Retiring more nuclear plants could hurt Mass. climate goals

A reality check: Last year, solar panels and wind turbines generated less than 5 percent of the utility-scale electricity generated in Massachusetts. That’s despite consistent state support for renewable power for the last two decades, and the amazing growth of renewables in windier and sunnier states. Most of the state’s zero-carbon electricity instead comes from nuclear power — specifically, the aging Pilgrim and Seabrook nuclear power plants.

Nuclear’s role in meeting New England’s greenhouse gas goals is underappreciated, but the numbers are sobering: When the 680 megawatt Pilgrim reactor closes next year, it will remove in one day more zero-emission electricity production than all the new windmills and solar panels Massachusetts has added over the last 20 years. That big offshore wind farm that the state wants built in the waters off Southeastern Massachusetts? The $2 billion project could have made inroads against fossil fuels. Instead, those turbines will just be filling, on windy days, the hole that will be left after Pilgrim’s closure.

Massachusetts has anointed itself a leader on tackling climate change. But other states, including Connecticut, Illinois, and New Jersey, have set the pace when it comes to the politically difficult steps needed to save the nuclear industry, which is still the source of most of the country’s zero-emission electricity. Massachusetts needs to catch up. Pilgrim may be a lost cause, but by adjusting its policies now, the state could help prevent the larger 1,250 megawatt reactor at Seabrook in New Hampshire from meeting the same fate.

The existing support for low-emission sources, the Regional Greenhouse Gas Initiative, has shown that it’s too modest to do the job. The multistate cap-and-trade program is designed to reduce emissions by putting a price on carbon dioxide, effectively giving nonemitting sources a competitive advantage. But it wasn’t enough to save Pilgrim, and it hasn’t been enough to stop planned or previous nuclear closures in other member states, including Vermont and New York.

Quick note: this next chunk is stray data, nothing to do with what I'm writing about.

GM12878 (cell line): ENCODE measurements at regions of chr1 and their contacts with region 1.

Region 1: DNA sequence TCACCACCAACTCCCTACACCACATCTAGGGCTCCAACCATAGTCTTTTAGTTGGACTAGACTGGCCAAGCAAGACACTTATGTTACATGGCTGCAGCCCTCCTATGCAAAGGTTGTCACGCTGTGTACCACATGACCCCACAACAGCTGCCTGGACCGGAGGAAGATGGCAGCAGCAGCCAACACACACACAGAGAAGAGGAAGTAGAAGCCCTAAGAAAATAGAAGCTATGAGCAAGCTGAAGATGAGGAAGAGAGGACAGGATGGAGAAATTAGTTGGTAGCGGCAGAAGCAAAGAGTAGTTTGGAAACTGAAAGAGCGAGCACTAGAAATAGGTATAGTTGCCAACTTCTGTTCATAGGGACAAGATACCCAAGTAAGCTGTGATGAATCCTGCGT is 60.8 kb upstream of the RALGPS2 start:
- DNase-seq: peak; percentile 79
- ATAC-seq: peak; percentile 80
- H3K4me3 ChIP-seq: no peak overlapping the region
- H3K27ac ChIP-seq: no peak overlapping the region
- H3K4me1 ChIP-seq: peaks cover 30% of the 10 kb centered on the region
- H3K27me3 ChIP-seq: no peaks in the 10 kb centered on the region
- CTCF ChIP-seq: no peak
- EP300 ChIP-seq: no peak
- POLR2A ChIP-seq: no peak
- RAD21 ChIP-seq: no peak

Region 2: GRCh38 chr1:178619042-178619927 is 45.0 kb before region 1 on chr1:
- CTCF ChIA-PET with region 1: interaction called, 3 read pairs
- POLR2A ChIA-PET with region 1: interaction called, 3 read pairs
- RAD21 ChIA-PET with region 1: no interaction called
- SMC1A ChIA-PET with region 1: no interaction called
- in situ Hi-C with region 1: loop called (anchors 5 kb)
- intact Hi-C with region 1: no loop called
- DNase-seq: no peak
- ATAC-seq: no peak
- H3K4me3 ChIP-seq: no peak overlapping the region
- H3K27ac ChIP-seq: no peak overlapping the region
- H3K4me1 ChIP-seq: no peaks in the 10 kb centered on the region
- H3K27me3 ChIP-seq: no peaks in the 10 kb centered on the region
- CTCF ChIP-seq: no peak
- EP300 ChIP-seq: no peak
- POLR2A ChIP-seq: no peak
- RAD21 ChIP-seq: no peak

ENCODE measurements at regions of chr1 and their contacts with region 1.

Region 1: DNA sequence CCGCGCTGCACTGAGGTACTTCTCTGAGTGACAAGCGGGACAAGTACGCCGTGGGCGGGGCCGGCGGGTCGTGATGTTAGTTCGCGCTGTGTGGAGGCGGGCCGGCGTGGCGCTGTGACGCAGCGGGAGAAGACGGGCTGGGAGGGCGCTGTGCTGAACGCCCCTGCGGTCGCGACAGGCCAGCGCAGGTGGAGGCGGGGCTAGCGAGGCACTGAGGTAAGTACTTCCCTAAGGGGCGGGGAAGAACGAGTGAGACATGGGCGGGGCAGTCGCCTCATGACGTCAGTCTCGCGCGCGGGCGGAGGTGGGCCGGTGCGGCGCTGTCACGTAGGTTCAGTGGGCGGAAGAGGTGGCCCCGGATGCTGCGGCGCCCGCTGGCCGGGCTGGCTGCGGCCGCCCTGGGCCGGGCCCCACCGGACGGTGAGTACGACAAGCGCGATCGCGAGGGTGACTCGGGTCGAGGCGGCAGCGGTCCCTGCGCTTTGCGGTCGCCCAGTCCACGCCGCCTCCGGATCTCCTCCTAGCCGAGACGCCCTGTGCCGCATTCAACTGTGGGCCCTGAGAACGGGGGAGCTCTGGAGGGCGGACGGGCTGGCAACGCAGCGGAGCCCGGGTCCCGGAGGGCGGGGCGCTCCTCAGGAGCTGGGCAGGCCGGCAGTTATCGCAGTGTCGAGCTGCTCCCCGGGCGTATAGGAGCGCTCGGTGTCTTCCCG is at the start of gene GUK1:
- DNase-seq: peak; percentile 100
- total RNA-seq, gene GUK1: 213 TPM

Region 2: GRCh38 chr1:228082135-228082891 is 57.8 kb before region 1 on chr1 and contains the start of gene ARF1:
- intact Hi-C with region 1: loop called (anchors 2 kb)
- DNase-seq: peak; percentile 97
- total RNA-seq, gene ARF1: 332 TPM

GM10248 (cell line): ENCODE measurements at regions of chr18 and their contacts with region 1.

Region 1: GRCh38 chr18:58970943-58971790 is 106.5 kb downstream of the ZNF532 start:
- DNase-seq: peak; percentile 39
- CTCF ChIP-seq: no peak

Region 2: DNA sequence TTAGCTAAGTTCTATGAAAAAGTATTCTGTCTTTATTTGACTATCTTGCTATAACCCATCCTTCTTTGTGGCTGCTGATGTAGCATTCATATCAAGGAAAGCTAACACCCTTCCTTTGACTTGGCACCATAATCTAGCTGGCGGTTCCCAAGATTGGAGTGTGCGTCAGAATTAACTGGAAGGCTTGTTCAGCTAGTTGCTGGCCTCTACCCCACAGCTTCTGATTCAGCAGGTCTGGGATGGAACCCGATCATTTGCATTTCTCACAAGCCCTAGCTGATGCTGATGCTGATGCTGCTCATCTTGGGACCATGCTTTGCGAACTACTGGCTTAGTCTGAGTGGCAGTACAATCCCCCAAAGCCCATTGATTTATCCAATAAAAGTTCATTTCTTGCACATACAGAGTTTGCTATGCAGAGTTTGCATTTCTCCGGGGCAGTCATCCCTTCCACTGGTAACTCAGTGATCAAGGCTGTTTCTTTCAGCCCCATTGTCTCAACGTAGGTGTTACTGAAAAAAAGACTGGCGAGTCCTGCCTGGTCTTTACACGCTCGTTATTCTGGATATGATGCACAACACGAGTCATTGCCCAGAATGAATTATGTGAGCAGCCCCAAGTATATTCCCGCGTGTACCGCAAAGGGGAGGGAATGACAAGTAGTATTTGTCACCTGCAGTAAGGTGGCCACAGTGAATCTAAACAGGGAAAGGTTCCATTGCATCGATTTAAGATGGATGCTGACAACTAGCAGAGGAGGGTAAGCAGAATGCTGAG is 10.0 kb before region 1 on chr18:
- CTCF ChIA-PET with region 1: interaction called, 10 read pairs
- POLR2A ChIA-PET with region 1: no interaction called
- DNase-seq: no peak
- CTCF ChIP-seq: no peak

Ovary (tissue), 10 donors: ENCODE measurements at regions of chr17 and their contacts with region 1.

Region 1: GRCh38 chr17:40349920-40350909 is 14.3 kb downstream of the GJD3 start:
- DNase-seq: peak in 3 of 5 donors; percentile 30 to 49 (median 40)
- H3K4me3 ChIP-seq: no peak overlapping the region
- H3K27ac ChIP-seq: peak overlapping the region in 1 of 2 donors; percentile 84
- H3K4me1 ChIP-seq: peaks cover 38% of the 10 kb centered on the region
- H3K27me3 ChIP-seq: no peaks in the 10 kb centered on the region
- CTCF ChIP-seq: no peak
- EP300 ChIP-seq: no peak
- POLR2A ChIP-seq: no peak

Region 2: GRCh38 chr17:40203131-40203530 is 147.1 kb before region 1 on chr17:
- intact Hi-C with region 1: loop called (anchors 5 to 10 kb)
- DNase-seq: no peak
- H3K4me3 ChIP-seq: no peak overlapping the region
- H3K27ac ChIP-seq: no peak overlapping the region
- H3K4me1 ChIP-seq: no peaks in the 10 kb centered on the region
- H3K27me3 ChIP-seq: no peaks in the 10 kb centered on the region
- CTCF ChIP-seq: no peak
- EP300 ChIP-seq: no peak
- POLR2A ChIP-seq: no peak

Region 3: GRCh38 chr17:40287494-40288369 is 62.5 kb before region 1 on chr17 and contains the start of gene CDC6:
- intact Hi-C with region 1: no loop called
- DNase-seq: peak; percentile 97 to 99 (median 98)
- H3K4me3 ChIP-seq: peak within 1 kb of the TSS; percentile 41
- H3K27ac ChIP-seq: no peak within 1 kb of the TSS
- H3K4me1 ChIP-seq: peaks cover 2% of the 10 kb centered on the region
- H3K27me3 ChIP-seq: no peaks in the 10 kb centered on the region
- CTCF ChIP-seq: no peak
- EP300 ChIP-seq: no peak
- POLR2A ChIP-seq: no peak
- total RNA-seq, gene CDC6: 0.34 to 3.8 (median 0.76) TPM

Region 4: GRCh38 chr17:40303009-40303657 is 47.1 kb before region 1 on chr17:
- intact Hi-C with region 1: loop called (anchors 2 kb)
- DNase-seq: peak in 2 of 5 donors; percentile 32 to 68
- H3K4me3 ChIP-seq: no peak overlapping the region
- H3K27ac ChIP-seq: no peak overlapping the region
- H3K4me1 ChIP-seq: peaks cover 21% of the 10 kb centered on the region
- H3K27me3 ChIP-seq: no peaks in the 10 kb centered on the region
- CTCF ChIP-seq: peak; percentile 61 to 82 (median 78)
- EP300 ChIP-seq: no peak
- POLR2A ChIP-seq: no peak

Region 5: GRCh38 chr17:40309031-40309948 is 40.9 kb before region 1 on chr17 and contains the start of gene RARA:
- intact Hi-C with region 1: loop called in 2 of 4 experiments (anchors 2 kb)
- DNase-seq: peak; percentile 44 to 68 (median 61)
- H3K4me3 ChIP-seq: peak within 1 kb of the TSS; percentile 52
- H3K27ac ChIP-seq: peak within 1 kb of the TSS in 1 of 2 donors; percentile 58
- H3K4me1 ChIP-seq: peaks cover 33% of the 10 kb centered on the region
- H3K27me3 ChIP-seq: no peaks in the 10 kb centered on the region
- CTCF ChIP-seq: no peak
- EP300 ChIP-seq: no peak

Another way to backstop nuclear is via an expansion of the state’s new clean energy standard, a new policy that requires utilities to obtain a more of their electricity from low-emission sources in Massachusetts or nearby jurisdictions. The utilities would be required to buy credits from low-emission electricity producers. Right now, those sources must have started operating after 2010 to qualify. But the Baker administration is considering pushing the requirement back to 1990, the year that Seabrook opened. That would allow the plant to make money by selling those credits.

That might be a tough sell — partly because of decades of fearmongering about nuclear power, and partly because state officials fear making ratepayers pay for a source that might stay in business anyway. Seabrook’s owners have not indicated any plans to close the plant, and its larger size should make it more economically viable than Pilgrim.

But without intervention, the writing is on the wall for nuclear power. Five nuclear plants have closed over the last few years, hammered by competition from cheap natural gas. More closures are planned. Natural gas is expected to remain at rock-bottom prices for decades. That’s been good for consumers and the environment, since the low prices have also pushed many coal and oil-burning plants out of business, but it does call for a policy solution to help nuclear survive.

To some environmental groups, nothing short of 100 percent renewable power will ever be acceptable. But that’s putting ideology ahead of emissions. If the state were to rule out supporting nuclear — or other low-emission options, like fossil fuel plants with carbon capture, a technology that has already been proven in Massachusetts — that choice would commit the state to an expensive future and a real risk of failure.

Massachusetts doesn’t have favorable onshore wind and sun conditions; offshore wind has more potential, but is years away. Importing ever-increasing amounts of hydropower from Canada is an option, and the state is also pursuing a power line through Maine in a separate procurement, but the northern New England states seem to be running out of patience with Massachusetts’ transmission demands.

So why make the state’s reduction goals harder to reach than they already are? To keep the region’s climate goals achievable, policy makers should ensure that Pilgrim is the last nuclear power plant that New England loses.




Preserving the graphics:  Most graphics on this site are hotlinked from elsewhere.  But hotlinked graphics sometimes have only a short life -- as little as a week in some cases.  After that they no longer come up.  From January 2011 on, therefore, I have posted a monthly copy of everything on this blog to a separate site where I can host text and graphics together -- which should make the graphics available even if they are no longer coming up on this site.  See  here or here


No comments: